This is a story that’s very important to me both in this hobby and in baseball in general: The Frank Thomas number retirement.
August 29, 2010 marked a historical day for the baseball world. The Chicago White Sox announced the retirement of Frank’s jersey No. 35. To salute the best hitter to ever wear a Chicago White Sox jersey, let’s take a minute to reflect on the 9th White Sox player to have his number retired. Big Frank blasted 521 total career Home Runs, 2468 Hits, 1704 RBI’s and a .301 career BA. Thomas had 8 consecutive seasons which he fetched above a .300 BA (’90-’97); MVP in both ’93 and ’94; 5x AS and 4x SS.
Former college football star from Auburn turned MLB megastar, Thomas was one of the best hitters to wear the Sox cloth, if not in the entire game. Aside from being an incredible baseball player, the Big Hurt also has a Big Heart. In 1993, he started the Frank Thomas Charity Foundation which contributed to the Leukemia Society of America. Featuring this foundation were numerous redemption only subsets released within the hobby. Having played with the White Sox for 16 of his 19 seasons in the MLB, Chicago will immortalize Thomas by creating a life-sized bronze statue to be placed in the CF concourse next year. Thomas, although put up his cleats, hasn’t left the spirit of baseball. He is now an ambassador for the White Sox and a commentator for SportsNet. Frank is due for a walk into Cooperstown in summer 2014.
Here’s some coverage of the Number Retirement event:
- White Sox Honor the Big Hurt
- White Sox retire Frank Thomas’ No. 35
- Having his No. 35 retired emotionally drains Thomas
- Number retired, Big Hurt shows big heart
Although he looked sharp sporting green/white and blue/white, Thomas did the most damage while wearing black/white. I’m anticipating the Big Hurt to walk into Cooperstown with a White Sox uniform.
If you ever collected in the ’90’s, you know that that was Frank’s decade. Frank Thomas was featured on more baseball cards in the ’90’s than any other player. To Thomas collectors, this means a monster but exciting and esthetically appealing task. So many base cards, inserts and parallels came out of that decade featuring our guy that there’s always something different for which to search. A personal note, I have been collecting Big Hurt for 20 years and counting and I’m still not out of the water with his ’90’s run. Some of these cards aren’t only tough but unfeasible. With the inception of 1/1’s in 1997’s Flair Showcase Masterpiece’s, the so called, “master collection” has now been demoted from possible to impossible. No matter the strength, the search is somewhat endless but always exciting.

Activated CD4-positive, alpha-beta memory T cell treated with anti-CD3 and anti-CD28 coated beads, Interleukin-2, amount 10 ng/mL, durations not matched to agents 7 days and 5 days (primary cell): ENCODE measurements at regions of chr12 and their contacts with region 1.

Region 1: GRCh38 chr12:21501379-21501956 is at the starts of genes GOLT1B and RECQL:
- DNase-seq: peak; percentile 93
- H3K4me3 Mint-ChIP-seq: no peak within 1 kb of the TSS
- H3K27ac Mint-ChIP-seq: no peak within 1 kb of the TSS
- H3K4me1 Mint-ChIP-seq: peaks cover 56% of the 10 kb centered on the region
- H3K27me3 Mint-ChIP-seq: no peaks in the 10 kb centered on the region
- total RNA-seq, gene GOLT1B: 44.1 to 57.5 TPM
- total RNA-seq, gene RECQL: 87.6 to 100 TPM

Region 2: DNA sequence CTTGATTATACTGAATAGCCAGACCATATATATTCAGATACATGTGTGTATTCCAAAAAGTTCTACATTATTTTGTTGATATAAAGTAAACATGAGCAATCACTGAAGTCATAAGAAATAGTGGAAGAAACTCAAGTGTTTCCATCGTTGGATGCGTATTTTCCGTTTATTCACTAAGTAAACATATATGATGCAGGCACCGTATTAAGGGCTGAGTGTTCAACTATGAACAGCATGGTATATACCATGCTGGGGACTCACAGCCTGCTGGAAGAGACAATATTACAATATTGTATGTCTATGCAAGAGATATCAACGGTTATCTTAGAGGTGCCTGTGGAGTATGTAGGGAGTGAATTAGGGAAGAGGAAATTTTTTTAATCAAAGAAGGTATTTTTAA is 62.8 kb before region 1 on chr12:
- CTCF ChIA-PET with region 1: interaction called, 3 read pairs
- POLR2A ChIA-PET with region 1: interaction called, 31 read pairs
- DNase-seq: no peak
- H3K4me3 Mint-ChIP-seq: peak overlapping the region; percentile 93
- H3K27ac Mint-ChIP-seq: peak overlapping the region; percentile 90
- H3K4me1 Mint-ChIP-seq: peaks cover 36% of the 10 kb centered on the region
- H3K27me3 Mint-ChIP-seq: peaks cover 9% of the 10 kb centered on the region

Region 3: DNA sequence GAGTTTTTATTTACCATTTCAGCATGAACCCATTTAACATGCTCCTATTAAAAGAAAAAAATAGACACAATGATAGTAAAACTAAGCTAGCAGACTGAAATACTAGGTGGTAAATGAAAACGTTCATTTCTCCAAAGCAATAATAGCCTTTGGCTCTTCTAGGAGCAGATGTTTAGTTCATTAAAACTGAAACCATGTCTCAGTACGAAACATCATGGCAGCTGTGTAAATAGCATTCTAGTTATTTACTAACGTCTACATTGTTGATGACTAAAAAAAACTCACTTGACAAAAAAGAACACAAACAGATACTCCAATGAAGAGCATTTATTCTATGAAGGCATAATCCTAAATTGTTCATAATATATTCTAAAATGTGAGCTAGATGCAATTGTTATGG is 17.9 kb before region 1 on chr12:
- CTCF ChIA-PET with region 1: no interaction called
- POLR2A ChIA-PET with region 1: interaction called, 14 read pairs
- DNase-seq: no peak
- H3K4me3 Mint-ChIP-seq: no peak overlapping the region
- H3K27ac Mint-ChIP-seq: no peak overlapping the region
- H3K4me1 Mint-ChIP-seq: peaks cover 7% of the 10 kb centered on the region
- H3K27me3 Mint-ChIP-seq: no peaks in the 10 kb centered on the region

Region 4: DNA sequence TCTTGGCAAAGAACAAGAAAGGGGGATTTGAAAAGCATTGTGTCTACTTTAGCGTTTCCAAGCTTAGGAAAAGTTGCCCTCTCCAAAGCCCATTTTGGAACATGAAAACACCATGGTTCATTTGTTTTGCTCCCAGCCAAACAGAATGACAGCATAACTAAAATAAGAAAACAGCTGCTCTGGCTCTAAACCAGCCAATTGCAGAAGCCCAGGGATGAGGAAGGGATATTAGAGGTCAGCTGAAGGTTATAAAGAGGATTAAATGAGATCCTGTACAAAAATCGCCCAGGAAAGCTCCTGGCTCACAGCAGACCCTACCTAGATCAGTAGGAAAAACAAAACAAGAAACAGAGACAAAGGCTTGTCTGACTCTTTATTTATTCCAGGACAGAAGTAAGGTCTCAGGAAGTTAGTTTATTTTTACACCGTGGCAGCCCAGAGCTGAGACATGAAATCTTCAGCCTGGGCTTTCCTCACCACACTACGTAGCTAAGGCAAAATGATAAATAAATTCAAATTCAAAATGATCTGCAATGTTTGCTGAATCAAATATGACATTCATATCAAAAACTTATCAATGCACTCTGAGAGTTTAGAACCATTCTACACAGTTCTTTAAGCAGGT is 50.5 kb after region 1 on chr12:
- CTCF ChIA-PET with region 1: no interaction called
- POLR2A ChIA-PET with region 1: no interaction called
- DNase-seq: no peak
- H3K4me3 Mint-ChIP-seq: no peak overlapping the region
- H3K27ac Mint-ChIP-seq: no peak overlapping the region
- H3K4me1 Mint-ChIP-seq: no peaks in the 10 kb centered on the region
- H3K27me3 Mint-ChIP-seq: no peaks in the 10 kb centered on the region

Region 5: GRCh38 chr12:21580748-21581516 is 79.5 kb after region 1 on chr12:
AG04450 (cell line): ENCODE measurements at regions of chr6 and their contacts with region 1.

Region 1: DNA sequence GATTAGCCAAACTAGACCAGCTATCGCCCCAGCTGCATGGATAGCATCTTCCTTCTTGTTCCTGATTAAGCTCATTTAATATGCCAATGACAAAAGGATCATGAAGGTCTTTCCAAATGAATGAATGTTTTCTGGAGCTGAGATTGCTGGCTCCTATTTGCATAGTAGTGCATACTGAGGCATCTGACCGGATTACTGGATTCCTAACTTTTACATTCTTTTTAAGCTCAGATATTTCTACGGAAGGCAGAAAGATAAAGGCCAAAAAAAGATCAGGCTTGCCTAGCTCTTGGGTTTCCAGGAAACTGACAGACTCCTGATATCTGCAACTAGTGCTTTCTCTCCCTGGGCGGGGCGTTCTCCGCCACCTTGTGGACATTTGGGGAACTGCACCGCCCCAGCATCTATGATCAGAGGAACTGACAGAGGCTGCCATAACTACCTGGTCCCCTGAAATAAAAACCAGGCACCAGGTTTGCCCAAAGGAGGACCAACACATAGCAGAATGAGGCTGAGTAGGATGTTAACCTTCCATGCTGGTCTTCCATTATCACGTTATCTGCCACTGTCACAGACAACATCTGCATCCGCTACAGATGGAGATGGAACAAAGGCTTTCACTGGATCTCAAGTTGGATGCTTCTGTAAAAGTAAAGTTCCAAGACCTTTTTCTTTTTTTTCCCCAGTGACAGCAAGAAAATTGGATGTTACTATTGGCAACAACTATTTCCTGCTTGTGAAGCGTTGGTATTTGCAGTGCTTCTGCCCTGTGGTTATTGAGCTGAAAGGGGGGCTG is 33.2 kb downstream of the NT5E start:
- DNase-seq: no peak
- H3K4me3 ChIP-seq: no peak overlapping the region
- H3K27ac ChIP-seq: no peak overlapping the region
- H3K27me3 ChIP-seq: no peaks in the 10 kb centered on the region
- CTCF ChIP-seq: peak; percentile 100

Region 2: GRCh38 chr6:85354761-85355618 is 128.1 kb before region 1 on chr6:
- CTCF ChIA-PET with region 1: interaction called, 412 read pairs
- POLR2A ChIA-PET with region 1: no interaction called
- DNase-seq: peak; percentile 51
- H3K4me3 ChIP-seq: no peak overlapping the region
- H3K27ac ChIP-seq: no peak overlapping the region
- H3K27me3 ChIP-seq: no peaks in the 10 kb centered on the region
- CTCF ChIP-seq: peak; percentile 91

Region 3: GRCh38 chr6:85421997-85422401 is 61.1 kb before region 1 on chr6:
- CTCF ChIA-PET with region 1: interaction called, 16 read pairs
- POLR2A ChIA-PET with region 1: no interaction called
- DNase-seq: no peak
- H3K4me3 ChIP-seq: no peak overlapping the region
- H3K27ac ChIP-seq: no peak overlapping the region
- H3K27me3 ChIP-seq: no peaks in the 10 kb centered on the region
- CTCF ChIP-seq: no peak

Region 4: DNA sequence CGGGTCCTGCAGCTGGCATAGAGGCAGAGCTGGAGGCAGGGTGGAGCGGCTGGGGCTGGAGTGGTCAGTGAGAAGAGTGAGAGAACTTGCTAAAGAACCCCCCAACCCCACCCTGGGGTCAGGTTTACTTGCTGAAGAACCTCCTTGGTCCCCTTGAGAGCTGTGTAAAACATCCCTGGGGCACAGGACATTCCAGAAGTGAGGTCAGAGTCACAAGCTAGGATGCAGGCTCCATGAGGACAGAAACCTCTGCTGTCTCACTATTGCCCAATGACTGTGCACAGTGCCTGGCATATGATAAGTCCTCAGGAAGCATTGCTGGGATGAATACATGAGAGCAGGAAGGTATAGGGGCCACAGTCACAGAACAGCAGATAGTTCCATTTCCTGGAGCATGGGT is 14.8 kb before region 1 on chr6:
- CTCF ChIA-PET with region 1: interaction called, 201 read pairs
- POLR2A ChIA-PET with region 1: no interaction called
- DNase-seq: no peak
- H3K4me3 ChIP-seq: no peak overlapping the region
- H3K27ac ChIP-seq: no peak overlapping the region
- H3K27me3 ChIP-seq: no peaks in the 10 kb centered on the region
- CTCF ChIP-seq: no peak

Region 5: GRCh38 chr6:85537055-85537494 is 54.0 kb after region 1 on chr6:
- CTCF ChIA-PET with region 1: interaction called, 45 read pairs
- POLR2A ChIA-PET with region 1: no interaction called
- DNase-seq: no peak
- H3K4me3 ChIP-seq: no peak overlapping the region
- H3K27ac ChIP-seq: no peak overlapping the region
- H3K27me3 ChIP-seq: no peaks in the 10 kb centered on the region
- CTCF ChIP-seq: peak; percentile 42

Growing and Collecting #35:
I can remember back in the 90’s when I’d have to drop $3 for a common base card of Frank Thomas. I remember specifically going to the card shop in VA back in 1994 and paying $3 for Frank’s 1994 Studio base card. That card is still one of my favorites. I remember thinking about how expensive it would be to obtain all of Frank’s cards. At the time, $3 was a lot of money for me. I think my allowance allowed for a few packs and maybe some cheap singles at the time. To ease my collecting hunger, my mom would drive me around town to card shops and retail stores. I focused all my efforts on Frank and Griffey at the time. In 1995, I discovered how many cards each of these guys had and upon this realization, I had to make a choice and pick only one. Although this was a tough decision given the popularity of both players at the time, I decided to collect only Frank Thomas cards. I think this decision was prompted in part by the fact that my Frank Thomas collection was larger in comparison to my Griffey collection. Collecting only one guy still remains very tough.
I lived in the southwest for a number of years and I can remember in 2004, I was convinced that I had tapped the entire market for the state of New Mexico and there weren’t any more Thomas cards that I didn’t have. I literally bought every single Thomas card that I could find. Having only a few shops left in the area, I was (still am) known on a first name basis by most of the shop owners in NM. When I noticed that the Thomas inventory was significantly slimmer than it once was in the ’90’s when everyone was collecting/buying/selling cards featuring Frank. A part of me lost hope, that is until I discovered online shopping. Okay okay, I knew about online shopping in the very early years of eBay (around 1999) but it wasn’t until much later that I made my first purchase. This medium has helped me obtain some of the tougher Thomas cards. I have likely overpaid for one or more Thomas cards purchased online. But you know what, when it’s for a card I have looked for for many years, a few extra bucks is well worth it. 😉
With the many baseball cards, the HOF worthy statistics and the big heart, Frank Thomas will always be remembered not only as a quality player but as a quality person. Hats off to Thomas for his efforts on and off the field. His number, set in stone, will last forever.
Question of the Day:
Who did you collect in the ’90’s?